Barefoot Monologues

A Journey of the Sole

Smile like a Bad-Ass



Last weekend, I ran 12 miles.

It’s been six days since then, and so the triumphant feelings have dulled a bit. But the fact remains that I did it. To many of my readers, 12 miles is barely a long run. Even to me that distance isn’t much of a big deal anymore. It’s just four 5K’s back to back; a ten-miler plus twenty minutes. I’ve done it before and will again. But because of how this run felt and how I handled it mentally, it was as if my glass ceiling finally got smashed to pieces.

It wasn’t about the number of miles run. It was about the number of miles run with a smile on my face. It was the fact that by mile 11 I wasn’t obsessing about my sore feet or about how far I was from home like I usually do, instead I had a big, fat, bad-ass grin on my face.

A little back story. The last time I reached the 12-mile mark during a run, I was crying. It was the famously hilly Great Bay Half Marathon and I had tweaked my IT band at mile 7 because I didn’t know how to run downhill properly. I was in pain, I was disappointed by my performance, and I was tired of running. Worst of all, I was in a shitty mood during my first half marathon when I should have been enjoying the achievement.

Like I have done on some other regrettable occasions in my life, I let my bad attitude ruin what could have been an amazing experience.

But this week I was a completely different person. I crushed those miles. Yes, they were long…I won’t pretend that they were not. It took me longer to complete this trail run than it took me to finish the Great Bay Half Marathon on roads. This run was comprised of several out-and-back mini runs, so I would never be too far from my car and could make pit stops to drop clothes or get more water (which probably helped a lot). At times I was cold, because I was only wearing a long sleeve tech shirt over my tank top and the wind got through it during walk breaks. There were too many people near the start of the trail with unleashed dogs and I kept having to strong-arm Oscar to keep him from jumping at them. The effort screwed up my form and by the last pit stop my IT band was bothering me for the first time in 10 months.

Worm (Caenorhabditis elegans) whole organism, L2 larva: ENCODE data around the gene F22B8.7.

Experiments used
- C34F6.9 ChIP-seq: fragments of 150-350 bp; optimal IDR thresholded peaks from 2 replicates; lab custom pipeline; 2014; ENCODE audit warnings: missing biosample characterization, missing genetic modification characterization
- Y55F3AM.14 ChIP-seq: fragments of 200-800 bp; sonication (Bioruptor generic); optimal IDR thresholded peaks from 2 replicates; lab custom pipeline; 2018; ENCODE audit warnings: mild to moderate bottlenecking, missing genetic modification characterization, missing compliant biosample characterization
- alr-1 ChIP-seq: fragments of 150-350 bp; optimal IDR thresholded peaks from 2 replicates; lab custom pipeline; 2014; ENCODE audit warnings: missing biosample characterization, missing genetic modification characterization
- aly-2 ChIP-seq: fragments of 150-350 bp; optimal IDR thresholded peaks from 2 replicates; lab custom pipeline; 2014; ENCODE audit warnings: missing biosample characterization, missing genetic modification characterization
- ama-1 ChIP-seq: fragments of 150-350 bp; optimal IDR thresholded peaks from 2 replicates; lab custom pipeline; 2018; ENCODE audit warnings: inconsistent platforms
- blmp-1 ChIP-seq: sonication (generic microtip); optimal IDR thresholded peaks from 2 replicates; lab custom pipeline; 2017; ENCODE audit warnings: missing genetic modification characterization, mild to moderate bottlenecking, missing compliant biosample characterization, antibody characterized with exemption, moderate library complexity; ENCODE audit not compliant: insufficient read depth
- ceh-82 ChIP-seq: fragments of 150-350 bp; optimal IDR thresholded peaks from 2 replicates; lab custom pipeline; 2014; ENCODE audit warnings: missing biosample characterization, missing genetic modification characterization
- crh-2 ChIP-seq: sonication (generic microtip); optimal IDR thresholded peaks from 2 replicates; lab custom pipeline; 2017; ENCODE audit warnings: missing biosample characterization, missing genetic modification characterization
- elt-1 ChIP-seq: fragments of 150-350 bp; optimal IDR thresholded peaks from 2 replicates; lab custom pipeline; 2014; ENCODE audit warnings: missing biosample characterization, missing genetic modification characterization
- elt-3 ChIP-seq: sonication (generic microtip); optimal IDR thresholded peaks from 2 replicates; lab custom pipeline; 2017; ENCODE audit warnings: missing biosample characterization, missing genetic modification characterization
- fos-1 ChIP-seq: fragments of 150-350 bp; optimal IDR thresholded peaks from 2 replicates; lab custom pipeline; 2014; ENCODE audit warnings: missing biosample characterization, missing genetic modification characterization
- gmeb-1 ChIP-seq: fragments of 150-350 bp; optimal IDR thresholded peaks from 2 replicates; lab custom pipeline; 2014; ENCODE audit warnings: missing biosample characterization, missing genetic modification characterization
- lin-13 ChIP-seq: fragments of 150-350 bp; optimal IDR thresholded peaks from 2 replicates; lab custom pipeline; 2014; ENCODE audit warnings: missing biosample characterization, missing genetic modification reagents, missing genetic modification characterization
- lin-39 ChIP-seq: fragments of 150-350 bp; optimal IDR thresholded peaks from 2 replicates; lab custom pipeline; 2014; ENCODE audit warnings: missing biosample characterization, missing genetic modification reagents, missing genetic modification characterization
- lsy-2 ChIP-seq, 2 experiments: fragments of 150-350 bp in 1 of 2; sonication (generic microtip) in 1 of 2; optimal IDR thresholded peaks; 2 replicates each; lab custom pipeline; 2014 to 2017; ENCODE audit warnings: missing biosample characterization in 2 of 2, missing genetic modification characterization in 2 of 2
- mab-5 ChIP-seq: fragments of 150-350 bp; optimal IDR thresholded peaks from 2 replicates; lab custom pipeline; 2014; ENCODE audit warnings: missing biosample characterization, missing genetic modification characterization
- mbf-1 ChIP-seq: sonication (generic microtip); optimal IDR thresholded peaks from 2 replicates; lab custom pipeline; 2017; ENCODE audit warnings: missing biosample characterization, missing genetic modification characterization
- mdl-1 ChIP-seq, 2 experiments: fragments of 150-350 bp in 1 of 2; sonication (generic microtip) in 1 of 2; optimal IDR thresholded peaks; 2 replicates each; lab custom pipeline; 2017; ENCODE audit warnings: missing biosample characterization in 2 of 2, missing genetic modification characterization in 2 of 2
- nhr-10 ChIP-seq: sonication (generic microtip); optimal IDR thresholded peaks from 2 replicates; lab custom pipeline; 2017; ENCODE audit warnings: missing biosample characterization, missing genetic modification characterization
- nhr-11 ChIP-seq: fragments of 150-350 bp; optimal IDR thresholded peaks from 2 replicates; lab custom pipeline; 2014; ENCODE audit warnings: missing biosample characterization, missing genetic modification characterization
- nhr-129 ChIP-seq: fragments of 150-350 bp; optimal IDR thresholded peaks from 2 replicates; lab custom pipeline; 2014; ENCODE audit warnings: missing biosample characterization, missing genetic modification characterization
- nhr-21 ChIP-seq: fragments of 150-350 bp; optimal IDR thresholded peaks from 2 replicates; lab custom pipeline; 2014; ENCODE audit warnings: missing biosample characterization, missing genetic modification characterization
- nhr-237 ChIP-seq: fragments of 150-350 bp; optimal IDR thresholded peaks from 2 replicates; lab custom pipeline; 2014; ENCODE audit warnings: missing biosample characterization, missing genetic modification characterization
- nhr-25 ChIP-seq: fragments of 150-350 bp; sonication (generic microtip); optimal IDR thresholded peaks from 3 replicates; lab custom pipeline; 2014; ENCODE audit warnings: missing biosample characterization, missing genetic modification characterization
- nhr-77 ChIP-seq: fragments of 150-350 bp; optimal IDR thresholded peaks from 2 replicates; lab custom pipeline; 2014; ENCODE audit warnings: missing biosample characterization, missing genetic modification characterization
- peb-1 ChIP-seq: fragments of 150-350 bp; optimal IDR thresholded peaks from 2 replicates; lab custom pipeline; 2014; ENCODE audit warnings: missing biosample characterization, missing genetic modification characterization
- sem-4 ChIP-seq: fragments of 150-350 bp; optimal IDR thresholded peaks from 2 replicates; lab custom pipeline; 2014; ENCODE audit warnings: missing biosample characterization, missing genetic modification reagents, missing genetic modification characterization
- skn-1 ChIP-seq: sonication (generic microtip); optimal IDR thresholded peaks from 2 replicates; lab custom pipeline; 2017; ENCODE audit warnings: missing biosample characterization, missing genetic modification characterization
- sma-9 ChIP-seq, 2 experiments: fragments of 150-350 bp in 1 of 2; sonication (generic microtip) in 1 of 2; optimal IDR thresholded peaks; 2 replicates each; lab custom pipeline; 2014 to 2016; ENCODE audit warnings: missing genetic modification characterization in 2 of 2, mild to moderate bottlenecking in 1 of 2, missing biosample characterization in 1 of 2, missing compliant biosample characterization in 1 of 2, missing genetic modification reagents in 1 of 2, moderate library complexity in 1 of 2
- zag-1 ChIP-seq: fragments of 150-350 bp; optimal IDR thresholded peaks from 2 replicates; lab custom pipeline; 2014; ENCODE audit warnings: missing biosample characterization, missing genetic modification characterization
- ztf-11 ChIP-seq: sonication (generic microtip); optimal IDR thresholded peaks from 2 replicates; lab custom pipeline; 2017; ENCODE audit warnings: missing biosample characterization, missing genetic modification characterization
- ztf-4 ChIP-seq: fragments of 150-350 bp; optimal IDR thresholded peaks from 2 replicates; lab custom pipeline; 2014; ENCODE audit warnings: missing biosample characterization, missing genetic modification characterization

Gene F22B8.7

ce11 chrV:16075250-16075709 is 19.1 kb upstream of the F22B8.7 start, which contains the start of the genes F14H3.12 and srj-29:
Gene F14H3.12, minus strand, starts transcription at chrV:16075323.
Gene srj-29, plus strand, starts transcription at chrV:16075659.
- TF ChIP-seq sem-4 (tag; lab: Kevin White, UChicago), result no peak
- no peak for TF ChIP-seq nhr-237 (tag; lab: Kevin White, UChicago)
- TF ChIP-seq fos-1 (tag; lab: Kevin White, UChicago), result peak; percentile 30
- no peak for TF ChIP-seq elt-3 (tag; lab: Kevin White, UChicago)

But my mood didn’t falter, not once. When I hit the trail head at mile 9 I dropped the tired pooch off in the car for a short nap, and continued on for the last three miles. With better form my knee hurt less, but I still needed occasional walk breaks to ease the strain. At 10.5 I turned around for the last time and said to myself, “You got this, Trish. You’re a bad-ass distance runner, and you’re amazing. You’re about to run 12 motherf***ing miles.” It sounds dorky as hell now, but at the moment it made me smile so hard my face hurt a little. It’s amazing how far a little self-motivation can go when you’re alone on a deathly-quiet wooded trail.

At 11.25 the song “I’m Too Sexy” came on my iPod and I danced a little while I ran, bopping my head until I was dizzy and laughing at an old joke between my pal Lynsey and me. I thought of Lynsey and how I wished we could be finishing this run together. Then I stopped because my knee was screaming. Walking felt like a massage on my tired hips. My feet didn’t even hurt like they usually do – or if they did, I was in a mental state that kept it from annoying me. I ate the last of my mango slices and praised them for giving me the best (chemical-free) energy surges throughout the whole run. I ran through the weird concrete tunnel under the road for the last time and finished the water in my CamelBak. At the very end I passed a runner just starting her journey for the day and I was glad to be finished with mine.